In religion, we refer to Christ’s Passion. This is the name to describe Christ’s suffering and death. Although Jesus despised the shame and horrific experience of the coming execution, he passionately committed himself for the benefit of the joy that would follow.

Childbirth may be a pale comparison to help us see the commitment and endurance of Jesus in suffering. As a mother endures the pain to bring forth life, Jesus’ excruciating misery and death would benefit the world with new life.

Jesus described a higher (or perhaps a lower) way of living.

Luke 9:
23 Then he said to them all: “Whoever wants to be my disciple must deny themselves and take up their cross daily and follow me. 24 For whoever wants to save their life will lose it, but whoever loses their life for me will save it. 25 What good is it for someone to gain the whole world, and yet lose or forfeit their very self?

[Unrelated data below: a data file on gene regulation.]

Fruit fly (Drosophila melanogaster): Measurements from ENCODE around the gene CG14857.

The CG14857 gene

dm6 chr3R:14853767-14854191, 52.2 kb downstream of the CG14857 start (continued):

This is a counter-intuitive philosophy of living. It is letting go in order to take hold. It is closing your eyes to see and self-discovery through self-denial. Many of Jesus’ crowds walked away from this level of commitment.

This is an idea that you cannot half-read. Deny yourself, take up your cross and die daily—this sounds like a dreadful path. A full read tells us that in the end you will actually find more than the world can give. Lose your self-importance and ‘me first’ attitude to follow Jesus. In the end, you will be lifted up.

Every day we choose what we will do with the suffering and hardships. Do we find the passion of the Christ who sees an end to misery and commits to endure all things?

C.S. Lewis said, ‘some people feel guilty about their anxieties and regard them as a defect of faith but they are afflictions, not sins. Like all afflictions, they are, if we can so take them, our share in the passion of Christ. [i]

We tend to run quickly from the sufferings that purify us. We settle for the pleasurable things that hint at wholeness, but become substitutes for God. Good things are easily perverted into death traps.

[i] C.S. Lewis, Letters To Malcolm: Chiefly On Prayer